I finally managed to see my primary care doctor yesterday about the stomach/back/belly pain I've been experiencing. Since I saw her partner for a sick appointment the last time, I had to bring her up to speed on the whole scenario of what happened and what tests I've had so far. Every test has been normal, yet the pains persist.
Of course she asked me what my level of stress has been. I said, "Heh," and briefly outlined what's been going on my personal life for the last three years. She gasped here and there, and stated that it sounded like a traumatizing level of stuff. In addition to giving me a referral to a gastroenterologist, she suggested I should take antidepressants and possibly seek more counseling, since I haven't gone to any therapy since right before Little A's birth.
I expected she'd refer me to a GI doc, but the antidepressant discussion totally threw me. I get that GI problems are often linked to anxiety and stress. I'm absolutely sure some part of my stomach problems are stress, given that they began around the time of Little A's lung CT scan. And I appreciate being asked how I'm coping.
BUT ... the thing is, my doctor didn't actually ask how I was doing. She just listened and said, "You look really sad and tired. And when you were just talking, your body was really tense. You just don't look well. I think you should seek psychological counseling and possibly medication to help your mental state."
"Um ... I am tired," I stammered. "I've been up since five a.m. with my sick toddler. And I'm in pain. For three months."
"Wabi," she said. "I worry that you're a boiling frog."
I wasn't aware of the analogy, so I asked her to explain it.
"If you put a frog in a pot of boiling water, he'll try to jump out immediately. But if you put him in a pot of cold water and warm it up gradually, you can boil that frog alive and he'll just lay there and let you."
My mouth dropped open. There was so much I wanted to say, but it was all jammed up behind a huge WHAT THE FUCK that had to come out first. So I just took the referral and left, mulling and simmering for the rest of the day.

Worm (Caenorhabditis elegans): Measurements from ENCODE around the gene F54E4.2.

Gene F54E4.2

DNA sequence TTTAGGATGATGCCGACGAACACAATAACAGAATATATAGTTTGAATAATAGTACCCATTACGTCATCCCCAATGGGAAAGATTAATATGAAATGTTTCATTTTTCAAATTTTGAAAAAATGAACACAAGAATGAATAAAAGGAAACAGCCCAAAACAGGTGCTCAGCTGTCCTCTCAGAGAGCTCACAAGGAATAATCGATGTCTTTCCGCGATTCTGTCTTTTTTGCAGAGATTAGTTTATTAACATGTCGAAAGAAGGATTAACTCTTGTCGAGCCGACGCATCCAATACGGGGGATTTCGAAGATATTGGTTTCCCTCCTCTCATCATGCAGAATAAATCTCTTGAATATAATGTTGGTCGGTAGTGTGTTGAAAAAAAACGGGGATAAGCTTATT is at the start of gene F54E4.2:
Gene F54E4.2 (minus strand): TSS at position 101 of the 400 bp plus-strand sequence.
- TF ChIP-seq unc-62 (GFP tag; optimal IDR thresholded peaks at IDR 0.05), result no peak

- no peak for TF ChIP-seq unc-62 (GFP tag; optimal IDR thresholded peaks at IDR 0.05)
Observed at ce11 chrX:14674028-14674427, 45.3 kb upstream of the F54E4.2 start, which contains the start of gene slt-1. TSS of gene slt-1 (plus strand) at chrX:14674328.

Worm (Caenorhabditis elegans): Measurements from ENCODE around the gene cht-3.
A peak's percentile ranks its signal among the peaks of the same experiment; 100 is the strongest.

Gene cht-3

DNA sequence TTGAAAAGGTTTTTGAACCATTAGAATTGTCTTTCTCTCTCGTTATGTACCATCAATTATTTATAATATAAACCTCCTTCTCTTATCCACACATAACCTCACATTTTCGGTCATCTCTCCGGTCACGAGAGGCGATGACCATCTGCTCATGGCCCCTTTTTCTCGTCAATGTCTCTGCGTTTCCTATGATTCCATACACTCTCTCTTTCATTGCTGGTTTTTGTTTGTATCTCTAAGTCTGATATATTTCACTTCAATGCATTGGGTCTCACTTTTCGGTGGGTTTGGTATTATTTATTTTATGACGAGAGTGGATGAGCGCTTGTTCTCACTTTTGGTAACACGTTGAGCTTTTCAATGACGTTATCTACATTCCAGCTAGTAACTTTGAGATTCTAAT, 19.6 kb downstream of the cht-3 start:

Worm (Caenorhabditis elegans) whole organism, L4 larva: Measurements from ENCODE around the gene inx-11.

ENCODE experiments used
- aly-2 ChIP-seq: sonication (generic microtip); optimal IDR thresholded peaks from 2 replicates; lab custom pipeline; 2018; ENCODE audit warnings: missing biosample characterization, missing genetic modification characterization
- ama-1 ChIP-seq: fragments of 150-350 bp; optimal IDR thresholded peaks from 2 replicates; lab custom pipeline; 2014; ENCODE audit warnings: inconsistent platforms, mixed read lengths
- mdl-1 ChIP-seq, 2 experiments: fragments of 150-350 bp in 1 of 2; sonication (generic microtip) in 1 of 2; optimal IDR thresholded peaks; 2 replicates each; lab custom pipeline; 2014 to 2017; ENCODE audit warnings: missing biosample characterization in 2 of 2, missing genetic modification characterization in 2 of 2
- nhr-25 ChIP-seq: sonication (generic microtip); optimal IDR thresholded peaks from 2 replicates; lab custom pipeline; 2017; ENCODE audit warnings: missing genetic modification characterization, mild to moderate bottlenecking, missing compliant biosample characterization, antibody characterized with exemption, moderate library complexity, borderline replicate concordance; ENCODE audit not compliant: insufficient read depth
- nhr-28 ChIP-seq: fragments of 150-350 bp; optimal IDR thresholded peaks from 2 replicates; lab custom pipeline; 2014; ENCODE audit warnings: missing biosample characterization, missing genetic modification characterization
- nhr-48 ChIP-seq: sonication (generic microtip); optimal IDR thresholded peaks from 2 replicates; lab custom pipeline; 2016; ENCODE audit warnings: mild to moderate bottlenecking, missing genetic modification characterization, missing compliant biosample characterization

Seriously though, WHAT THE FUCK?
1) Is she saying that I'm a retarded frog just happily paddling around the boiling water, completely oblivious to the roil? Because I kind of recall telling her that I was well aware I was under lots of stress.
2) Doesn't the frog die in either scenario of the analogy?
I bet I did look stressed telling about my life. But frankly, it would have been a little bit less awkward and, well, stressful if my doctor seemed to have any memory of our last exchange about these subjects. Because we've talked about my medical history before. Then I must have done a better job at keeping my voice from cracking, because the other time her reaction was, "SQUEEEEE! Weird medical mishaps -- tell me all the details!"
Which was also disconcerting. For different reasons.
I'm the first to admit that the last couple months I haven't been twirling on a mountaintop singing with Julie Andrews. Aside from a fabulous summer, 2008 sucked. And lord knows, I've got my scars and mental tics. But I also don't drink heavily, snort coke, or smoke anything. I don't beat the kids or daydream about driving my car into the ocean. I'm basically ok. Functionally disfunctional, and cracking jokes along the way. Enjoying the kids and trying my best.
I thought I was some sort of a success at this. Moving on and getting over. And then she went and decreed I wasn't. It made me wonder if I was completely dellusional -- am I just telling myself I'm ok, when I'm really hanging by a thread?
So ... What is your idea of "good mental health" after a trauma and a tragedy? Do you have to be able to talk about it 100 percent of the time without feeling it? Do you have to stop thinking about it, or just stop minding that you think about it?